# Further Discussion on Ordered Grouping

When discussing ordered grouping, we only studied the possible impact of the order of the set members to be grouped on the grouping operation. However, since we need to consider the order of the set, and the result set is also a set, does its member order also have business significance?

It does have, but it is not as important as the order of the original set.

There are two aspects to the order of the grouping result set, one is the order of these grouped subsets, and the other is the order of the members of the grouped subsets.

When considering the equivalence grouping operation of ordered sets, we believe that it is most reasonable to maintain the original order of the grouped subsets by default, that is, the order in which each grouped subset member first appears in the original set. The reason for this is that other orders (such as order by grouping key values) can be obtained by sorting the result sets, while the original order is likely to be lost after grouping is done, or at least it will be difficult to obtain it again.

For example, if we want to count the number of repetitions of words in a textbook, this is a simple equivalence grouping operation. The default result set should be in the order in which new words appear in the book, which has business significance. When teaching the book to students, they can preview new words in that order. If this order is not returned after the grouping operation, it will be difficult to obtain. Each word needs to be artificially assigned a sequence number where it appears in the book. When grouping, the minimum value of the sequence number should also be calculated, and then sort by this value, and finally, this value is discarded. The calculation process is cumbersome and inefficient.

SQL based on unordered sets itself does not have a saying about the original order of sets, and of course, it cannot stipulate the order of grouped result sets. Returning result sets to ensure the original order is a meaningless proposition. In practice, databases generally implement grouping using the HASH method. In this case, the order of the result set is often the order of the HASH values, and the order of the HASH values is basically meaningless. When we care about the order, we need to sort again. In order to obtain the sorting basis, it is necessary to add sequence number information to the original set as mentioned in the example and participate in the grouping operation, which is cumbersome and inefficient.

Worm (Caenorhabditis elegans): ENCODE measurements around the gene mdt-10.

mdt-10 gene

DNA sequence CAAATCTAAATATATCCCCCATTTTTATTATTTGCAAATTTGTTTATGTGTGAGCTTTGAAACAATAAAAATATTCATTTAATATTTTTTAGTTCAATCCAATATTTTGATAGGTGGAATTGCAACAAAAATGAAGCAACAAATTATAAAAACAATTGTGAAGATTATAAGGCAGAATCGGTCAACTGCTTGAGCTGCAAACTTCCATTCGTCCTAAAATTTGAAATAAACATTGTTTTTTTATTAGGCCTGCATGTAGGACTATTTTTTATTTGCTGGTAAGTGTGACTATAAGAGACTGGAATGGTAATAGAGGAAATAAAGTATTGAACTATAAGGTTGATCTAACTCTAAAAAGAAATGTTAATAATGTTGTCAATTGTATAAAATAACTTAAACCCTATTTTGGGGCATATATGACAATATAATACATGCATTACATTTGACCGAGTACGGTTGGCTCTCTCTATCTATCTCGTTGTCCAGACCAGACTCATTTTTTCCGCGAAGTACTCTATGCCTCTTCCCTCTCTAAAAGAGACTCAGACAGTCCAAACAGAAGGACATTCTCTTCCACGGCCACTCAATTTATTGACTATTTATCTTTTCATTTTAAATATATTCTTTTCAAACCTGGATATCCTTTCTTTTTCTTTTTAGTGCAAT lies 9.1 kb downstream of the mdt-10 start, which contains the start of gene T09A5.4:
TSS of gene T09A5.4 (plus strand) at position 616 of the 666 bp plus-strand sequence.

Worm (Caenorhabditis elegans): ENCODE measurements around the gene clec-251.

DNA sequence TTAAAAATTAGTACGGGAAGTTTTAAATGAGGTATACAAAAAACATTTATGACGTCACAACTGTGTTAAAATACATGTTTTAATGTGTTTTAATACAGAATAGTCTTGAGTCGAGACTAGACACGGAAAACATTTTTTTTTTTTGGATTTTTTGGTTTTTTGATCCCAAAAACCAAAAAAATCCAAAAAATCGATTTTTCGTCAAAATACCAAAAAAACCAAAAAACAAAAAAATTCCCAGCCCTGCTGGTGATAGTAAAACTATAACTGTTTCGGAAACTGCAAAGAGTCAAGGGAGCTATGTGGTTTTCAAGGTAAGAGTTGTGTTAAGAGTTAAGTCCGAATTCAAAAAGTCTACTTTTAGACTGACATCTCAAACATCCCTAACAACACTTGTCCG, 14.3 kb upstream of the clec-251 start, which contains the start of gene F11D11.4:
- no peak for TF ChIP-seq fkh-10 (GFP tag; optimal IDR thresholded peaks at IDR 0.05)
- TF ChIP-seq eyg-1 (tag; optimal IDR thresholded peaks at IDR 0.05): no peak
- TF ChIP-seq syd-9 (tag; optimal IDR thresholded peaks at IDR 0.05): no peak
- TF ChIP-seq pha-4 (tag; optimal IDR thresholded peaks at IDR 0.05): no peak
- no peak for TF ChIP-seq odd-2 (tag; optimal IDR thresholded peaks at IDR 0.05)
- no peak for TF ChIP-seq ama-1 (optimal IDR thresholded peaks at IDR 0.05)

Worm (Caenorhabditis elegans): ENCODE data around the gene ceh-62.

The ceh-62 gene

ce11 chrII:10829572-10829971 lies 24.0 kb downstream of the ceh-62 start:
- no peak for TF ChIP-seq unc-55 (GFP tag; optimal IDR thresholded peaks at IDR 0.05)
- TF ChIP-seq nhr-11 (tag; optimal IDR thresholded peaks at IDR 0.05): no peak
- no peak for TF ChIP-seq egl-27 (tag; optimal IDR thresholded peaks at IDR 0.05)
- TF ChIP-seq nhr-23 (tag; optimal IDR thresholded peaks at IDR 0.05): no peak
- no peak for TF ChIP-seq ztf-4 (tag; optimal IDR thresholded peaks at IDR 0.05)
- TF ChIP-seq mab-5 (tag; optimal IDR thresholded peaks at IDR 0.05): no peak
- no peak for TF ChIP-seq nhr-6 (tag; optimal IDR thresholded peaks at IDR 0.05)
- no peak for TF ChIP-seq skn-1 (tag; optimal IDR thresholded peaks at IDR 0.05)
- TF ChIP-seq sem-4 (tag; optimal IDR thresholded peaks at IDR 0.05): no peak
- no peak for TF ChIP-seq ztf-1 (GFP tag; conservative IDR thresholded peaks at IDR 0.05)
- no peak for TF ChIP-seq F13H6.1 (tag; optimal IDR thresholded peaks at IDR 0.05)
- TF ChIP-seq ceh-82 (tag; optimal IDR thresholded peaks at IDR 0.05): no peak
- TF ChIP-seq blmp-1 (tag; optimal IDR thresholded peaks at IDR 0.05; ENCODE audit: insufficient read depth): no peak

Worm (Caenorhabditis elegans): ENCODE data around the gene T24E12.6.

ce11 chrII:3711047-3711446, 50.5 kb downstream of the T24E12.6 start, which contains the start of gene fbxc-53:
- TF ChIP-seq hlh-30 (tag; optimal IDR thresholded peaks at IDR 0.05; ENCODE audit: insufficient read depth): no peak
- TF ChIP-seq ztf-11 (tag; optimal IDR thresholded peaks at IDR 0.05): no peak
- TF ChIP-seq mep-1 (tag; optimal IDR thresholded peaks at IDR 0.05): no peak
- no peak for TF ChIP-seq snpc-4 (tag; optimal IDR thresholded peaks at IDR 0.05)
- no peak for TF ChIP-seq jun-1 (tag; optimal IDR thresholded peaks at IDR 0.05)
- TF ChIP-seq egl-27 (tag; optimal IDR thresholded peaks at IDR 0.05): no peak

The earlier example would be written as follows:

```
SELECT WORD,MIN(RN) NO,COUNT(*) WC
FROM (SELECT WORD, ROWNUMBER() RN FROM T )
GROUP BY WORD ORDER BY NO
```

SPL is designed based on ordered sets, and its grouping operation follows this principle, that is, the result set remains in its original order.

```
word.groups( ~:word; count(1):wc )
```

The order of the result set for alignment grouping and enumeration grouping should obviously be consistent with the criterion set. The order of the result set of ordered grouping is obviously the most reasonable according to the order each group is generated.

As we mentioned earlier, using the LEFT JOIN method in SQL can implement the effects of alignment and enumeration grouping, but whether it is the HASH method or sorting method, the result set will lose the order of the criterion set. And the order of the result set for alignment and enumeration grouping is very necessary. To obtain this order through sorting again, it is necessary to maintain a sequence number in the criterion set. This will turn the originally simple single valued member set into a multi field record set. Moreover, when the criterion set needs to insert/delete members, it is very troublesome to continue maintaining the number, as the member numbers after the modified members need to be adjusted. So implementing alignment and enumeration grouping in SQL is a tedious task.

As for the order of members in the grouped subset, it should also default to maintaining the original order, that is, the order of members in the original set. However, whether it is meaningful depends on the subsequent actions to be taken.

SQL does not care about this order at all. SQL will force aggregation after grouping, and only have regular aggregation operations such as SUM/COUNT, the execution result of which has nothing to do with the execution order. The concept of member order of grouped subset has no meaning at all in SQL.

But some further calculations may be related to order, for example, in a stock closing price table sorted by date, we want to calculate the longest consecutive rising days of each stock. This requires calculating the longest consecutive rising days for each grouped subset after grouping by stock. If the members in the grouped subset are still in order of dates, it can be convenient to calculate, otherwise they will have to be sorted again.

SPL supports ordered operations very well, and both the grouped result sets and the grouped subset members will follow these principles to maintain a reasonable order for further calculation. For example, calculating the longest consecutive rising days for each stock can be simply written as:

```
stocks.group( stock ).new( stock, ~.group@i(price<price[-1]).max(~.len()):MaxRisingDays)
```

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